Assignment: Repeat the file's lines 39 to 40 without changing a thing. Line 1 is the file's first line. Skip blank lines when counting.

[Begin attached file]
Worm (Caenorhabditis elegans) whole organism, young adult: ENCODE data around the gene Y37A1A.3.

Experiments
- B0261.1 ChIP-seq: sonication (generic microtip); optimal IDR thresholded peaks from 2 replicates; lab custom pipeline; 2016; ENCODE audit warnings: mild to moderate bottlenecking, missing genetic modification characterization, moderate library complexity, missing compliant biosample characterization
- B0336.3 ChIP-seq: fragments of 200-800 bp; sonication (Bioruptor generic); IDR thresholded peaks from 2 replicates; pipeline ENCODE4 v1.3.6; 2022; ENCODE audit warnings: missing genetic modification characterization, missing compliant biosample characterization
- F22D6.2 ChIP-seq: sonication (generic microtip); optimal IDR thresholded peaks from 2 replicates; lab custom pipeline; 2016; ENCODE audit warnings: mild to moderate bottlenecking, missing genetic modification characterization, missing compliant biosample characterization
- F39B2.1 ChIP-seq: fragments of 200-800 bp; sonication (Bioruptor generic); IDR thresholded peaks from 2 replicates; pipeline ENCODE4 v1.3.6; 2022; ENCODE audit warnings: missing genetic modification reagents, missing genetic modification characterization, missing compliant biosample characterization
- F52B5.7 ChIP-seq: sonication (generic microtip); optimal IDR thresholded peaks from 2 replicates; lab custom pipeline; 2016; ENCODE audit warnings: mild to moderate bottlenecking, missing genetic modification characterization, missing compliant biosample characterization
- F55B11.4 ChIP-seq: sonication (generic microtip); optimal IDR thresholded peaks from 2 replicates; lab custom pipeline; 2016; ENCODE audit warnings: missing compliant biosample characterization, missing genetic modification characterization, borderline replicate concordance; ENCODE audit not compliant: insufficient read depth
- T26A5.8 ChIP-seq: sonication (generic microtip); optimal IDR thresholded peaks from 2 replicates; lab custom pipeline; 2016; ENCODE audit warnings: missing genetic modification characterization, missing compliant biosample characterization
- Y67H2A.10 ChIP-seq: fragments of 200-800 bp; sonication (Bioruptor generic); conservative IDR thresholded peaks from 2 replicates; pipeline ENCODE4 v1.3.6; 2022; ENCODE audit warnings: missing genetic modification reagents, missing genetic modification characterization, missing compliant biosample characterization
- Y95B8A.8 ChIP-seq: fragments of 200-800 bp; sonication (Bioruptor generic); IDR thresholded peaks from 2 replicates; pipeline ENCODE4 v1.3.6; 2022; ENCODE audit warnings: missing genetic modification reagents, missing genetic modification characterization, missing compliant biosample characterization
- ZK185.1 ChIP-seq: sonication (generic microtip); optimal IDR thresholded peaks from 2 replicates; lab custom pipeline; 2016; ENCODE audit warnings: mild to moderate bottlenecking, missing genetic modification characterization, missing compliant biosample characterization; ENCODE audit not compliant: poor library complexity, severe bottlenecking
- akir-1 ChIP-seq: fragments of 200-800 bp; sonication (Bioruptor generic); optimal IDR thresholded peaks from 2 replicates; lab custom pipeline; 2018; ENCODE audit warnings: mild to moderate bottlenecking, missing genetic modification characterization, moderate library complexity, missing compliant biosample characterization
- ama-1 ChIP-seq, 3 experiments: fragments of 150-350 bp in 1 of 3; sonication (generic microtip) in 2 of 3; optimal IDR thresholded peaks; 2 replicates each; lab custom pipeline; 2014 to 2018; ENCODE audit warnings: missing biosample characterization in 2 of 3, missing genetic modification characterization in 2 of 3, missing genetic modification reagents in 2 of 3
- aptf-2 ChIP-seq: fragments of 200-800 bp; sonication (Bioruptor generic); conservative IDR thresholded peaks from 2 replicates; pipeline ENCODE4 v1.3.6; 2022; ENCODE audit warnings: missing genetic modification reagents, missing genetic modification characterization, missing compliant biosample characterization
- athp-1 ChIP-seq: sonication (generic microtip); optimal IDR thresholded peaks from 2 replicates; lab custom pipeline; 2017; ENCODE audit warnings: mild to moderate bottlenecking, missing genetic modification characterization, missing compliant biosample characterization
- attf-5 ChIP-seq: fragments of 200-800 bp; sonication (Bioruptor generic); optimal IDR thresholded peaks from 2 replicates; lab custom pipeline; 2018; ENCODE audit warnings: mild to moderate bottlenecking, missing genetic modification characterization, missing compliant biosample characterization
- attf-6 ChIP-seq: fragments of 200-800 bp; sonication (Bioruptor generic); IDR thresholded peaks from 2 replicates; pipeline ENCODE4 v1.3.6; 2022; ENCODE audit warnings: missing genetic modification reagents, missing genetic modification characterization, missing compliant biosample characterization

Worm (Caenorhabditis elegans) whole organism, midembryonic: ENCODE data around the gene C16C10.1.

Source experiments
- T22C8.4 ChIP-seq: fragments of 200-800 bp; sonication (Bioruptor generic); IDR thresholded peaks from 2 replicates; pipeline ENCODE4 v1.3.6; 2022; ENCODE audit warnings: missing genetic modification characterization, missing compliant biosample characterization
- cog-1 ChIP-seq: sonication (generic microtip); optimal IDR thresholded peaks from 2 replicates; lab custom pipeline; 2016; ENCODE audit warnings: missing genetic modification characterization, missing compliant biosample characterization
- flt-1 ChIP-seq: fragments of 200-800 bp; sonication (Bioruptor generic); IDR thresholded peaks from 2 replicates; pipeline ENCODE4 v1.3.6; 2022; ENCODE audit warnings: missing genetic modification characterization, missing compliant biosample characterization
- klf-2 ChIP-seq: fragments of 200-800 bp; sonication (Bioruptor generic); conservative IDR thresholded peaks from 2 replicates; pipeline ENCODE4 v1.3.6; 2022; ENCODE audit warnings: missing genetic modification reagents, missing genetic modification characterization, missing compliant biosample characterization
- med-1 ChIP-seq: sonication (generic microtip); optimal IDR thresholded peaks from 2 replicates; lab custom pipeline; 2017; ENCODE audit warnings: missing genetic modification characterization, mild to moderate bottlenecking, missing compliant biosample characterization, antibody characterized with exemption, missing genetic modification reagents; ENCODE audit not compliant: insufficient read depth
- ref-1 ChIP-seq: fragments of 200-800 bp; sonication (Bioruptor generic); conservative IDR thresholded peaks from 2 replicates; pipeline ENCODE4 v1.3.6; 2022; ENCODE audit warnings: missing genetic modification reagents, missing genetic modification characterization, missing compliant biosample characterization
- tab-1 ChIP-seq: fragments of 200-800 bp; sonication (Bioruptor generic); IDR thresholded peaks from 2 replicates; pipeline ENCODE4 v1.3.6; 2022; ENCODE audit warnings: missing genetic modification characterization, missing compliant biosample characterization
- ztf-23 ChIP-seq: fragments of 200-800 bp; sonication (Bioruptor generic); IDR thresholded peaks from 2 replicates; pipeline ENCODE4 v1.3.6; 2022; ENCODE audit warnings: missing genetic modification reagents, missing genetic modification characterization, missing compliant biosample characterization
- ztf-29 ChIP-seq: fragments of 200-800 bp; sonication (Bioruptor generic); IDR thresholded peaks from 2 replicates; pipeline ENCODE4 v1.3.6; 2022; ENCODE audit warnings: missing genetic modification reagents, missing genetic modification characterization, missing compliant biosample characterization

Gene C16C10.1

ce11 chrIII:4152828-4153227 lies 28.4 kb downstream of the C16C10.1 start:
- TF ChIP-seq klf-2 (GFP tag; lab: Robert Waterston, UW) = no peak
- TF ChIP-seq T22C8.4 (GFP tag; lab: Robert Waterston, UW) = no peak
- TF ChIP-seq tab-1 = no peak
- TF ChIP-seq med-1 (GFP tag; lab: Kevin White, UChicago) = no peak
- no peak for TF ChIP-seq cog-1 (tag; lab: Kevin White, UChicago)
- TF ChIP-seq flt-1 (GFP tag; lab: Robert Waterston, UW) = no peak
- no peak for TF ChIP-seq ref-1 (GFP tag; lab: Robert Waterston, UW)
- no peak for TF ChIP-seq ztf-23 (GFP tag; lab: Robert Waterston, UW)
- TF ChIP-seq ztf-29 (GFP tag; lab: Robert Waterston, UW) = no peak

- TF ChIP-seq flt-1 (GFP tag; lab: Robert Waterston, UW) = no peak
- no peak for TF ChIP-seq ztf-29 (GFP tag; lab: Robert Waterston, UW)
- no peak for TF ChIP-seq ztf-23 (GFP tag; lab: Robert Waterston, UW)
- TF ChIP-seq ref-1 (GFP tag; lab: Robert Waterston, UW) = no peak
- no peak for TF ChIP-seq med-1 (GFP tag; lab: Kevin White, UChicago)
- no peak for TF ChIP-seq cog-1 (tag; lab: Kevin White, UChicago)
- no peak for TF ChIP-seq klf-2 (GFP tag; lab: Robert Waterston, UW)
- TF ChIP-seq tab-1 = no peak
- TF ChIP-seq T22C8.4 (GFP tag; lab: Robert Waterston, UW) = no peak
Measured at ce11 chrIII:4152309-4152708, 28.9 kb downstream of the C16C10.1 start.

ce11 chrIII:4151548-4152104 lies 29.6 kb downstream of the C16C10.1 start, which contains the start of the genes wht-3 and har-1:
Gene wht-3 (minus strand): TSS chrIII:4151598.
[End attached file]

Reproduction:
- no peak for TF ChIP-seq ztf-23 (GFP tag; lab: Robert Waterston, UW)
- TF ChIP-seq ztf-29 (GFP tag; lab: Robert Waterston, UW) = no peak